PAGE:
WASHINGTON — Technology CEOs are “arguably the most powerful group in the country” and they aren’t humble when it comes to making their positions known, according to an expert on Silicon Valley. Advocating for free markets, less regulation and more innovation, the tech giants also pull out their opinions, and wallets, to help solve social problems.

Silicon Valley CEOs like investing in education, author Greg Ferenstein told a Brookings Institution audience Tuesday.

“Most grew up in cities, most are U.S.-based,” said Ferenstein. “They have this money and they try to fix these problems they know about. The tech industry gives money to where they see problems.”

Most Silicon Valley elites are supporters of equal opportunity, which is why they choose to spend money on improving education. Tech billionaires such as Facebook’s Mark Zuckerberg and Microsoft’s Bill Gates support nonprofit and for-profit ventures in local charter schools, according to Ferenstein.

Ferenstein’s new e-book, “The Age of Optimists: A Quantitative Glimpse of How Silicon Valley Will Transform Power and Everyday Life, ” is credited by Brookings as offering the first systematic study of the Silicon Valley elite’s rise to power.

Ferenstein used Silicon Valley’s main tenant of optimism to explain its political motives, saying that tech companies believe that change makes things better. Tech thus opposes anything that would slow down technological advancements.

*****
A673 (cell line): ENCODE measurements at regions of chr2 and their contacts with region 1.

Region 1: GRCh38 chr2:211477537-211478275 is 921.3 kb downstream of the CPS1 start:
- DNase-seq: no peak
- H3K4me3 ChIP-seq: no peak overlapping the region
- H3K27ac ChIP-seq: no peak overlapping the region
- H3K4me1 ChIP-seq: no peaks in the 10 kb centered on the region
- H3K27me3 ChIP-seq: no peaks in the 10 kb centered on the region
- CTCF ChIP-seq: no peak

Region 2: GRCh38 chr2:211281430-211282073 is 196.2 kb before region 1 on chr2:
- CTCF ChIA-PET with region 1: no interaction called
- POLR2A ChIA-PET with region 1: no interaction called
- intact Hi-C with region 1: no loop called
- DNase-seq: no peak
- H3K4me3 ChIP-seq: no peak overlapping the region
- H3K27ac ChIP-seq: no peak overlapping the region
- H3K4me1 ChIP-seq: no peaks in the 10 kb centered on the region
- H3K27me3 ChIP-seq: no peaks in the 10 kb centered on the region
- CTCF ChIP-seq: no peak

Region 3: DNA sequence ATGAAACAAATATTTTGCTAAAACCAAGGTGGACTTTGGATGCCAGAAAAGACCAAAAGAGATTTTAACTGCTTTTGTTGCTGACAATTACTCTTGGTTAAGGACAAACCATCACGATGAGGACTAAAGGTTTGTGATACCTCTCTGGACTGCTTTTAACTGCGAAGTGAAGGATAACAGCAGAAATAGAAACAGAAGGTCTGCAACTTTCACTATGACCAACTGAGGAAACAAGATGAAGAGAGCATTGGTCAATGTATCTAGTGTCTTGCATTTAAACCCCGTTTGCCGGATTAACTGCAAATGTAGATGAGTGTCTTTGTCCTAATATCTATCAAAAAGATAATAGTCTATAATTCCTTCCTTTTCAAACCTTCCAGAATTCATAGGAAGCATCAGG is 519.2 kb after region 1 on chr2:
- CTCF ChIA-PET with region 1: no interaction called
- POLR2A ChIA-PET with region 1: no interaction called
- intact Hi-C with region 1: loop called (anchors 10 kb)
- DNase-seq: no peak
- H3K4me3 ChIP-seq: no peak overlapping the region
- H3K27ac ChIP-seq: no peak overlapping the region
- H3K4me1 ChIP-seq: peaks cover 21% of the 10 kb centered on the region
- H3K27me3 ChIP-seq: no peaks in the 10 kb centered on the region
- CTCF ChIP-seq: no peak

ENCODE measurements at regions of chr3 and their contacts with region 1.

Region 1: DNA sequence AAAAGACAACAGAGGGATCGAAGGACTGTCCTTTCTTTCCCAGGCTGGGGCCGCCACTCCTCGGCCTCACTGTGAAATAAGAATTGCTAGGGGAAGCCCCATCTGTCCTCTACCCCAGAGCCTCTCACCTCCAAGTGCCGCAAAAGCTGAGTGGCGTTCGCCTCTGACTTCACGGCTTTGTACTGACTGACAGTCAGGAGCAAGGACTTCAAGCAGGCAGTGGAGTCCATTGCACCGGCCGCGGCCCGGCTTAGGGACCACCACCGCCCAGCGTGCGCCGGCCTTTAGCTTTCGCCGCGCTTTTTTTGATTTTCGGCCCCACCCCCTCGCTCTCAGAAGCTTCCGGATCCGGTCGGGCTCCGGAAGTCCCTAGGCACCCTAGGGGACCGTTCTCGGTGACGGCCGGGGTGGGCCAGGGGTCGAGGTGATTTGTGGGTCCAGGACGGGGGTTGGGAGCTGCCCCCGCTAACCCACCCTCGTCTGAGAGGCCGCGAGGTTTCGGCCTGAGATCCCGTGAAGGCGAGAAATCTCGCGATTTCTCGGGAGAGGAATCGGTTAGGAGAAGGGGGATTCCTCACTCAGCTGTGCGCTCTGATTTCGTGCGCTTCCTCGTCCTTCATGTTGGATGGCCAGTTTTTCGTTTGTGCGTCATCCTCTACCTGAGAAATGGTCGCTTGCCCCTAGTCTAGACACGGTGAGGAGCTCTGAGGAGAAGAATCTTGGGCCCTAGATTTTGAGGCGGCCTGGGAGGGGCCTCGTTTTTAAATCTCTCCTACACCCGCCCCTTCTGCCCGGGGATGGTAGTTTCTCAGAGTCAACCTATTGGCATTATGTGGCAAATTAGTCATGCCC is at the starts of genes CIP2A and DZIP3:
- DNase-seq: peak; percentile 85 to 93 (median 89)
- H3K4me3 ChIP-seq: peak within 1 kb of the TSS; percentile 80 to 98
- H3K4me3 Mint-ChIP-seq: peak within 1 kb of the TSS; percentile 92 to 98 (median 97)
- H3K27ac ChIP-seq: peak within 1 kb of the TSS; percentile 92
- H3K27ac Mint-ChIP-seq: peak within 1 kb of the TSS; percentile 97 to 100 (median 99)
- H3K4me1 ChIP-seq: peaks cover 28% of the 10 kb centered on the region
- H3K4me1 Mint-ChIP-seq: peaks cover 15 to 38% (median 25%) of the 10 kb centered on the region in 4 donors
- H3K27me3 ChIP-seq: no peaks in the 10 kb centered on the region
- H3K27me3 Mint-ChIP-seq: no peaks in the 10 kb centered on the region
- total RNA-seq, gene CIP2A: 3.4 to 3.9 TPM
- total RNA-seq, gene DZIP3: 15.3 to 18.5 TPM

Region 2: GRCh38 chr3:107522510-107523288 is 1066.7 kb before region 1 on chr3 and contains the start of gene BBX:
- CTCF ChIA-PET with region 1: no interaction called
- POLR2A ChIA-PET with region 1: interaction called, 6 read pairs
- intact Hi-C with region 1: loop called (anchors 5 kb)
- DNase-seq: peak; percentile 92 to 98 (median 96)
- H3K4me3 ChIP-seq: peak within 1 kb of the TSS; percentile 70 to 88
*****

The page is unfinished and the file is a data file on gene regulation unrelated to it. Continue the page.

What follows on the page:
“The quickest way to get a retweet from a tech billionaire is to write news about how the world is getting better,’ said Ferenstein. “They are obsessed with the idea that the future inevitable gets better.”

Ferenstein doesn’t think “humility is how you become a billionaire” and that there is a lot of “bravado” in Silicon Valley.

“There’s this sense they can use their wits to solve social problems,” said Ferenstein.

Their wits, and their money.

According to Ferenstein, Silicon Valley gives more in campaign contributions than either Hollywood or Wall Street. The industry gave about $60 million to campaigns over the last 20 years to prove it.

While campaign contributions may not go directly to an area of social concern, often giving to one party will ensure support for a specific issue.

Silicon Valley is overwhelmingly liberal, yet will fight against allowing labor unions into their businesses, typically a conservative ideal. Tech CEOs are huge fans of the government not as a regulator, but as an investor in citizens, according to Ferenstein.

“While Silicon Valley is avidly pro-market they are not individualists, but extreme collectivists,” said Ferenstein.